In addition to the claims related to the breast cancer genes, the other dispute in this case was whether the claims to a diagnostic analysis or comparison of a patient’s gene sequences were patentable. Myriad argued that, according to the Prometheus decision, you couldn’t analyze or compare the genes unless you “transformed” them in some way to make them comparable. However, the judge disagreed and said that the analysis and comparison steps were just data gathering and did not make the claims patentable.

Going back to our model diagnostic claim, let’s now look at the Myriad patent claims. Myriad’s claims covered methods for detecting gene Y by analyzing it or comparing it to normal gene Z to test for disease X. Since this description did not constitute a “transformation”, the court ruled that the claims were not patentable. Based on this interpretation, one might conclude that diagnostic methods based on identification of mutated genes must include steps that go beyond mere “data gathering”. This case will also continue in the courts, as Myriad has announced it intends to file an appeal within the federal circuit court.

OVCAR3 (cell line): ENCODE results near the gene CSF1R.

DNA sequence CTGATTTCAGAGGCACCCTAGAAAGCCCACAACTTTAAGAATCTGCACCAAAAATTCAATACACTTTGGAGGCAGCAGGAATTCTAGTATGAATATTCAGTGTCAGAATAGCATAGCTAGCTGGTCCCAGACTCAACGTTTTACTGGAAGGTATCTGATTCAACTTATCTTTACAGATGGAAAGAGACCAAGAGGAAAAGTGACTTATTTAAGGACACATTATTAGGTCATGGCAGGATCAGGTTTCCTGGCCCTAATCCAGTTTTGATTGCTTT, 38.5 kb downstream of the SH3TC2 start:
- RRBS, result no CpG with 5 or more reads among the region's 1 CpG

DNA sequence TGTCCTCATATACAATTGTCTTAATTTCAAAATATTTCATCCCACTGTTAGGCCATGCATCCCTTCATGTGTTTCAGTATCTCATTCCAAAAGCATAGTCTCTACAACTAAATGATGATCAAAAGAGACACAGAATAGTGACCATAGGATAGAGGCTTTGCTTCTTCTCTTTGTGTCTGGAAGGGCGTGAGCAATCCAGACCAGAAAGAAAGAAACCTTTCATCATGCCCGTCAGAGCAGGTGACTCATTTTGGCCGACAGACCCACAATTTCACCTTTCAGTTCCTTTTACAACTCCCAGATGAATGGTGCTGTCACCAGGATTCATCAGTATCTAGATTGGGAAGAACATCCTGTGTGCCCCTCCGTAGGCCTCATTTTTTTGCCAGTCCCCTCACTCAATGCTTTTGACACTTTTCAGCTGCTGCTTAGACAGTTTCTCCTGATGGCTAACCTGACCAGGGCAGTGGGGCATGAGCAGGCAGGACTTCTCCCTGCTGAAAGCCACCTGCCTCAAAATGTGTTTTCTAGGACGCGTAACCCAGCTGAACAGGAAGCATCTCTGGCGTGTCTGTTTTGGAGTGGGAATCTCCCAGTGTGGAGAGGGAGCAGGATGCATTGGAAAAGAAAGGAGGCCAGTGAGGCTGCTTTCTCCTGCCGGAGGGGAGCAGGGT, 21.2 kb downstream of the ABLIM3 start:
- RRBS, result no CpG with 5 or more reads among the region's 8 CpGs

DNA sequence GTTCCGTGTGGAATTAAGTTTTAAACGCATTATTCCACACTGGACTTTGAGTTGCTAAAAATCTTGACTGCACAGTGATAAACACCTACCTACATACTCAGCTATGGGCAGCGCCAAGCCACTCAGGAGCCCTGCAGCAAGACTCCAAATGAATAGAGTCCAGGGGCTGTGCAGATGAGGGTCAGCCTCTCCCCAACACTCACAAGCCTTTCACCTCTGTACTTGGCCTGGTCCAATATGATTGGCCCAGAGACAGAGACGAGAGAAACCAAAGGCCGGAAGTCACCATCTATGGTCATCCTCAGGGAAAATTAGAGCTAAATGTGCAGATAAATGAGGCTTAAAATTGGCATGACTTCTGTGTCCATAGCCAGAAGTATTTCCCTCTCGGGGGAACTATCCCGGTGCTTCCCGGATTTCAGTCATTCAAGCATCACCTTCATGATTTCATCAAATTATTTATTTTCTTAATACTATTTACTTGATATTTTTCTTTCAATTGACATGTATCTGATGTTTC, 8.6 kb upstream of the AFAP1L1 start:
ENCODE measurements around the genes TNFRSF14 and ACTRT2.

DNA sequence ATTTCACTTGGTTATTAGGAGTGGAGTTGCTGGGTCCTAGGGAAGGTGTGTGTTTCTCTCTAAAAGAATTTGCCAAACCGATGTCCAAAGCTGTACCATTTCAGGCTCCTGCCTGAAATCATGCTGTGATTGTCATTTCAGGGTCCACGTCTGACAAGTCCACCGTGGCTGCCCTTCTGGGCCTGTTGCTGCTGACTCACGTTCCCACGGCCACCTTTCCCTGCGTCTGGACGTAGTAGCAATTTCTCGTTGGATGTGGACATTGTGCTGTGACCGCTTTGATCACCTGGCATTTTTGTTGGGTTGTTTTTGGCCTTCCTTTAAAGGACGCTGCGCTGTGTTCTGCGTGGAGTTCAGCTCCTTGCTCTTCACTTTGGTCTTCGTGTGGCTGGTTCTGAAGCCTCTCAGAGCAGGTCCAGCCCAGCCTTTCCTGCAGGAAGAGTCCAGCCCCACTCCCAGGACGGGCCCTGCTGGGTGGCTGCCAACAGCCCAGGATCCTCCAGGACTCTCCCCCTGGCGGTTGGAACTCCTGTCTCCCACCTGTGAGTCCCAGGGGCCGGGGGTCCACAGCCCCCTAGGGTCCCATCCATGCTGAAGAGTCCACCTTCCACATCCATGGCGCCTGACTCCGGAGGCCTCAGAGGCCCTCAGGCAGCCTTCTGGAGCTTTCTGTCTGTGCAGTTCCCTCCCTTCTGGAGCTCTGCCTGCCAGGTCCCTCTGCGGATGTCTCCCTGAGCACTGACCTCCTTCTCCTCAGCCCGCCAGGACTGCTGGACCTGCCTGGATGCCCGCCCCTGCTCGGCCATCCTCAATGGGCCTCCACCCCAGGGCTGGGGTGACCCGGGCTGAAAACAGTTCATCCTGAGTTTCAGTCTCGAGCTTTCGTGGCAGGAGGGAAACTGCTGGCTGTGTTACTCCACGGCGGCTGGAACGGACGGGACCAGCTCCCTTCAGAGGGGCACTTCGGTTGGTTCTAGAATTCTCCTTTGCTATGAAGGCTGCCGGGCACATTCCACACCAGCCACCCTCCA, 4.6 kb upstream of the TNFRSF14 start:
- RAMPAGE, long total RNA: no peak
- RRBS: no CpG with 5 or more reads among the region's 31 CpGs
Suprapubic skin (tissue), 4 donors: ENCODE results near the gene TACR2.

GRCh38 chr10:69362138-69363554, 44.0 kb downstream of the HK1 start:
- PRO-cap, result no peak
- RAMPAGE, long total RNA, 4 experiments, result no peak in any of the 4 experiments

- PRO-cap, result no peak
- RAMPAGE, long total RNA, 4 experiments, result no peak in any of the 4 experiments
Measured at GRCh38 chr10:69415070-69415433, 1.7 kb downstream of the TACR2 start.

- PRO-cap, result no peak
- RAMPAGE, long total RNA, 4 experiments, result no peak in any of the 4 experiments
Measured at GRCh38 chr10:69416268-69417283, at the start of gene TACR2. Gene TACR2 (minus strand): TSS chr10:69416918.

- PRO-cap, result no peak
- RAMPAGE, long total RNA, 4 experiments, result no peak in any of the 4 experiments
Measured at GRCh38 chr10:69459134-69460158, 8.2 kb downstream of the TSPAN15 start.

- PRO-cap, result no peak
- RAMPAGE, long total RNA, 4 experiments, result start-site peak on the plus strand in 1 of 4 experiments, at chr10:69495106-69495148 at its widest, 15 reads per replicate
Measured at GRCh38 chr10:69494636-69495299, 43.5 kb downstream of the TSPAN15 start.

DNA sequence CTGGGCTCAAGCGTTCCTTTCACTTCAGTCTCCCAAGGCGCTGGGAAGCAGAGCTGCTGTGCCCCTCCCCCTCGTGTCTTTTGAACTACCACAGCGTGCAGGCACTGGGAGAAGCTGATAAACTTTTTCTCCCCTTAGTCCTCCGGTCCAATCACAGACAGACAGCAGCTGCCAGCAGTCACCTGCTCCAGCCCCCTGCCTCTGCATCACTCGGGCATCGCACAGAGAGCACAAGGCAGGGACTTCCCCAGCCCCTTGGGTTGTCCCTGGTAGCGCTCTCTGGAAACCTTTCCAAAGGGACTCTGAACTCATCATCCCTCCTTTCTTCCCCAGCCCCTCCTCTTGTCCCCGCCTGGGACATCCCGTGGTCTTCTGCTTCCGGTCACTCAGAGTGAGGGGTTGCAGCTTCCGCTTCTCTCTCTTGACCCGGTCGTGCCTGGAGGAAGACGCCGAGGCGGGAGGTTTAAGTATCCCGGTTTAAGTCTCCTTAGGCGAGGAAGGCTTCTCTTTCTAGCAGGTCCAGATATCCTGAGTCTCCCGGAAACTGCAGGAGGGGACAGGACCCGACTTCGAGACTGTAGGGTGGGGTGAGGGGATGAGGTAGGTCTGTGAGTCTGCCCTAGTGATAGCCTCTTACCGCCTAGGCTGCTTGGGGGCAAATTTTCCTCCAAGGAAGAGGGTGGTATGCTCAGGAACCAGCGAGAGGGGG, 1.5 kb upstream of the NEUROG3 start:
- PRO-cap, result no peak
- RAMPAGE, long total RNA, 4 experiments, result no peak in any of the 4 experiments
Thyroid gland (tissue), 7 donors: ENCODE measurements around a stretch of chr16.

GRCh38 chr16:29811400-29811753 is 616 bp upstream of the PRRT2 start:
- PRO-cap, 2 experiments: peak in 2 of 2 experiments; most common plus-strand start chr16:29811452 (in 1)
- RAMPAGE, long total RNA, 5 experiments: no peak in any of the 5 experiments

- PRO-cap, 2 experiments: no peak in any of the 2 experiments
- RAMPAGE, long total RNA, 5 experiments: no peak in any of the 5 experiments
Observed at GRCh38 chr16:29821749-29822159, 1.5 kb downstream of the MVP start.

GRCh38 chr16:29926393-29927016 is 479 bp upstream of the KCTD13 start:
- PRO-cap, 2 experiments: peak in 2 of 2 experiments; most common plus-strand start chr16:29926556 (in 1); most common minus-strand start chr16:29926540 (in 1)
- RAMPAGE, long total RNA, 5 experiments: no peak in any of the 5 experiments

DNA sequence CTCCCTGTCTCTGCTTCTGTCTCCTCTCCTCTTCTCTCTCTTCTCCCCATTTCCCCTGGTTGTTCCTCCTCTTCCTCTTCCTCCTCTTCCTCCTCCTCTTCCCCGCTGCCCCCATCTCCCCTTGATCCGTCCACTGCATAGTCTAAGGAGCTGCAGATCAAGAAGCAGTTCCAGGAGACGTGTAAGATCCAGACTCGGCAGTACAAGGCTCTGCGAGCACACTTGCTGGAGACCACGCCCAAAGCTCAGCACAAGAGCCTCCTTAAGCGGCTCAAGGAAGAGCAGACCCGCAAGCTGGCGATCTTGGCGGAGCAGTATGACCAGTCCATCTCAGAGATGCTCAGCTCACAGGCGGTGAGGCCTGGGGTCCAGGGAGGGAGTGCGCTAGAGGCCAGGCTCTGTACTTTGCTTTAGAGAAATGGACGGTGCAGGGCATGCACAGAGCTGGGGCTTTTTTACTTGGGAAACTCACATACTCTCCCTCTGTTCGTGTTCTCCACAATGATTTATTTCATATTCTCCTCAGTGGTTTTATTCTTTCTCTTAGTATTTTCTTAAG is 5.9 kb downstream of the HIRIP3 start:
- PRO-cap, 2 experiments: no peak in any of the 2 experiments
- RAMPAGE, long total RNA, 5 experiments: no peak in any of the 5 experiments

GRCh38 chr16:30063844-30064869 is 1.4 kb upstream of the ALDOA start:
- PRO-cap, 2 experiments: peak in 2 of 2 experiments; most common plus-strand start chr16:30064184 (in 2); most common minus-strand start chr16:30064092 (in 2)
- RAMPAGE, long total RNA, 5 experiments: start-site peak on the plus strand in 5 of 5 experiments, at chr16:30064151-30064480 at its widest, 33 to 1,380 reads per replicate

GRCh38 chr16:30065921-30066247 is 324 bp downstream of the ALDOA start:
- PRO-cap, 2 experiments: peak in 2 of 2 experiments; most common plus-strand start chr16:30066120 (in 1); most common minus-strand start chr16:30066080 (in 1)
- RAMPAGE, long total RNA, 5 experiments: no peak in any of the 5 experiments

Patents in the Future

Both of these cases highlight the nuances of establishing patentable subject matter in diagnostic method patents. Although they provide some guidance to inventors and lawyers on how to dodge the unpatentability bullet, it’s not so certain what direction that bullet will take in the future as these cases work their way through the appeal process. Until these cases are ultimately decided, patent applications should include a number of claims that vary in scope and recite different bullet proof.


  1. 35 U.S.C. §101 recites that “[w]hoever invents or discovers any new and useful process, machine, manufacture, or composition of matter, or any new and useful improvement thereof, may obtain a patent therefore…”
  2. U.S. Patent No. 6,355,623.
  3. Prometheus Labs, Inc. v. Mayo Collaborative Servs., 581 F.3d 1336 (Fed. Cir. 2009).
  4. U. S. Patent No. 5,709,999.
  5. U. S. Patent No. 5,710,001.
  6. Association for Molecular Pathology [AMP] v. USPTO, Myriad Genetics, 2010 U.S. Dist. LEXIS 30629 (S.D.N.Y., March 29, 2010.)

Laurie A. Axford, Esq, is a partner at The Nath Law Group, in San Diego, Calif., and has been an AACC member for 20 years. Email: laxford@nathlaw.com